Data from: Age-dependent trajectories differ between within-pair and extra-pair paternity success

Yu-Hsun Hsu, Mirre J. P. Simons, Julia Schroeder, Antje Girndt, Isabel S. Winney, Terry Burke, Shinichi Nakagawa & Y.-H. Hsu
Reproductive success is associated with age in many taxa, increasing in early life followed by reproductive senescence. In socially monogamous, but genetically polygamous species, this generates the interesting possibility of differential trajectories of within-pair and extra-pair siring success with age in males. We investigate these relationships simultaneously using within-individual analyses with 13 years of data from an insular house sparrow (Passer domesticus) population. As expected, we found that both within- and extra-pair paternity success increased...

Data from: Individual recognition of opposite sex vocalizations in the zebra finch

Pietro B. D'Amelio, Milena Klumb, Mauricio Nicolas Adreani, Manfred Gahr & Andries Ter Maat
Individual vocal recognition plays an important role in the social lives of many vocally active species. In group-living songbirds the most common vocalizations during communal interactions are low-intensity, soft, unlearned calls. Being able to tell individuals apart solely from a short call would allow a sender to choose a specific group member to address, resulting in the possibility to form complex communication networks. However, little research has yet been carried out to discover whether soft...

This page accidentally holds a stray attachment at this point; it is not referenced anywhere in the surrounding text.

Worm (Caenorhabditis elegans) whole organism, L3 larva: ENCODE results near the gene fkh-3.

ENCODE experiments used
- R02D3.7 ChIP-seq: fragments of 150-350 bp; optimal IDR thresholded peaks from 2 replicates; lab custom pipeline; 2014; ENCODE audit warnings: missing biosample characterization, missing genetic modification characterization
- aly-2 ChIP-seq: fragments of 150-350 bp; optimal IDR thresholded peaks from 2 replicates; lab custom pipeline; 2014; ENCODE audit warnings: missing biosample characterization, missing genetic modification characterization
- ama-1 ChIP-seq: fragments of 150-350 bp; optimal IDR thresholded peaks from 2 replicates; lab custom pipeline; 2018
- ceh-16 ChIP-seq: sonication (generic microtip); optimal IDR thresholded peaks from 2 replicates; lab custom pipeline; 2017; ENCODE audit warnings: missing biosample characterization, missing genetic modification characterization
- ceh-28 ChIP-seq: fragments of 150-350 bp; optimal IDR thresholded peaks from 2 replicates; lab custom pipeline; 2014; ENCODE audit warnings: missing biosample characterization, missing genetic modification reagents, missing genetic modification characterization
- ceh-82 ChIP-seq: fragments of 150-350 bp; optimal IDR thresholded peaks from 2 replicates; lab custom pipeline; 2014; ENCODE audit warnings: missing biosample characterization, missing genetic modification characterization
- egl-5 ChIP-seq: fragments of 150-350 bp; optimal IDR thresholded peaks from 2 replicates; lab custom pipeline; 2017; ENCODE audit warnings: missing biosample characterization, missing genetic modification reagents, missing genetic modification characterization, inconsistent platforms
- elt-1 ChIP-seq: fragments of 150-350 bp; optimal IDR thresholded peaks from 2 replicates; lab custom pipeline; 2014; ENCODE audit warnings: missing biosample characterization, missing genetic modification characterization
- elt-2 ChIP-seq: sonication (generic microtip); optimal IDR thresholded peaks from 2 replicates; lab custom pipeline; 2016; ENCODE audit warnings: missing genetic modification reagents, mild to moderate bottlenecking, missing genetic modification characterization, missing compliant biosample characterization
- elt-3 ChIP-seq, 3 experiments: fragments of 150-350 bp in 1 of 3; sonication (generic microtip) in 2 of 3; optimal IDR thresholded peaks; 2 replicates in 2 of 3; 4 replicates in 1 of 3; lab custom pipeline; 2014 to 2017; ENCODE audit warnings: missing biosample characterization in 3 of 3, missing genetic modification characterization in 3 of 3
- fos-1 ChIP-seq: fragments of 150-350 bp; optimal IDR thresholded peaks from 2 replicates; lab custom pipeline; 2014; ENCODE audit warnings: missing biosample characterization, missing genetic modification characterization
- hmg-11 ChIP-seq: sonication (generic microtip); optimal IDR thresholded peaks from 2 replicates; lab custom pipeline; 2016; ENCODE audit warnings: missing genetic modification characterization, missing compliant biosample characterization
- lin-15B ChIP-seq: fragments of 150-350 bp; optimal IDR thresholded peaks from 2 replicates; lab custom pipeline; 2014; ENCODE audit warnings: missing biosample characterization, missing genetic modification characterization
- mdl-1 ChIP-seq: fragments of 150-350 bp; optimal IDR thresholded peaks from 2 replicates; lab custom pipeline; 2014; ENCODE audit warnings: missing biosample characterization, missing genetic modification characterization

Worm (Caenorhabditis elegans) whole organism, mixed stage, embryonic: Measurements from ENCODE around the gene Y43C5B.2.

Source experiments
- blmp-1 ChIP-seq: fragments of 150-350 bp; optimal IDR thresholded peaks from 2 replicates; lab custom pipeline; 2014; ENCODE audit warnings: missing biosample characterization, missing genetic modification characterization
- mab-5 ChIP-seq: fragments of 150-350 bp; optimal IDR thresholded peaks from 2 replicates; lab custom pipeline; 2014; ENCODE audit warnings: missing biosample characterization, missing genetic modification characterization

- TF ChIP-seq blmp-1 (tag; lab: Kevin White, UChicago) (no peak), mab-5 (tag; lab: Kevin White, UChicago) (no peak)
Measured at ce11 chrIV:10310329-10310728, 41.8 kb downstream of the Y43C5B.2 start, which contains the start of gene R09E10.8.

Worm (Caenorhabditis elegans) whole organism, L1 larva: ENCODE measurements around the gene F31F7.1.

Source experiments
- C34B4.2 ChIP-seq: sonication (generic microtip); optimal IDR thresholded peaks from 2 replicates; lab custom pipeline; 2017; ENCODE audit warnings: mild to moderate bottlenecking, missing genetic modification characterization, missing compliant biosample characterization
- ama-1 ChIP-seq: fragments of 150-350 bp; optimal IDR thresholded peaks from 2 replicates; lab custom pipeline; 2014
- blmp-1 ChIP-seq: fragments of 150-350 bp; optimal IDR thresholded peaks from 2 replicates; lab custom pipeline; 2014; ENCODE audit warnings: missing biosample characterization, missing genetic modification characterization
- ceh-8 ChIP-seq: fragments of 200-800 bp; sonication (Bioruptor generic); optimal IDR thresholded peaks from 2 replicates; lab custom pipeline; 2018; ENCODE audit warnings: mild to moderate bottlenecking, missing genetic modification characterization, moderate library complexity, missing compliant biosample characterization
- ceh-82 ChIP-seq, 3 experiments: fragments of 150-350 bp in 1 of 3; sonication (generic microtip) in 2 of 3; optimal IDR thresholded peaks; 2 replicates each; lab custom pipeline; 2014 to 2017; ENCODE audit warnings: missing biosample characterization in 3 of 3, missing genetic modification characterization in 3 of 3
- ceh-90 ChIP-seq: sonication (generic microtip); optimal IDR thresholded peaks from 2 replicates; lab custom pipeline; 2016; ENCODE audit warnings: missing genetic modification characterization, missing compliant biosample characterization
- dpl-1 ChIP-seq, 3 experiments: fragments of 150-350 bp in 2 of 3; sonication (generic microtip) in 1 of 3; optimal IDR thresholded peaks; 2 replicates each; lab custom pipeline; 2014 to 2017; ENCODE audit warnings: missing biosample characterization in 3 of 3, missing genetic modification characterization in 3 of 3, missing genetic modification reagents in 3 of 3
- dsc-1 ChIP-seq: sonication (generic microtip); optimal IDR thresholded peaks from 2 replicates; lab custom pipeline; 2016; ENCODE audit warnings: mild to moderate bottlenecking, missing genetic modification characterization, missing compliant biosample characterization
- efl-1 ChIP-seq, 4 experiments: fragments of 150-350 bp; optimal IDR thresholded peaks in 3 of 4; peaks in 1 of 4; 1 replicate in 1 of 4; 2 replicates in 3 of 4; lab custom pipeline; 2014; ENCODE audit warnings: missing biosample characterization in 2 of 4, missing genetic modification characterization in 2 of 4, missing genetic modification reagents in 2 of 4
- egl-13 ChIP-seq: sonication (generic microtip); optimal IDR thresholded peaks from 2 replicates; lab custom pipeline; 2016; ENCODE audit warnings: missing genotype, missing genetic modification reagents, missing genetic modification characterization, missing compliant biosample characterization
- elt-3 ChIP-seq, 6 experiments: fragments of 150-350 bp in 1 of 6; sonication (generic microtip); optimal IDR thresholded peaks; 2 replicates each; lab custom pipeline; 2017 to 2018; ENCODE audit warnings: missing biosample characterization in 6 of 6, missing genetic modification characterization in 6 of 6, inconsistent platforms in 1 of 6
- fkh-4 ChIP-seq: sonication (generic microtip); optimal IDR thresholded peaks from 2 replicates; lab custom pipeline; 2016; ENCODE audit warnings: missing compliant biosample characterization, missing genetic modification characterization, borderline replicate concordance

Data from: Early to rise, early to breed: a role for daily rhythms in seasonal reproduction

Jessica L. Graham, Natalie J. Cook, Katie B. Needham, Michaela Hau & Timothy J. Greives
Vertebrates use environmental cues to time reproduction to optimal breeding conditions. Numerous laboratory studies have revealed that light experienced during a critical window of the circadian (daily) rhythm can influence reproductive physiology. However, whether these relationships observed in captivity hold true under natural conditions and how they relate to observed variation in timing of reproductive output remains largely unexplored. Here we test the hypothesis that individual variation in daily timing recorded in nature (i.e. chronotype)...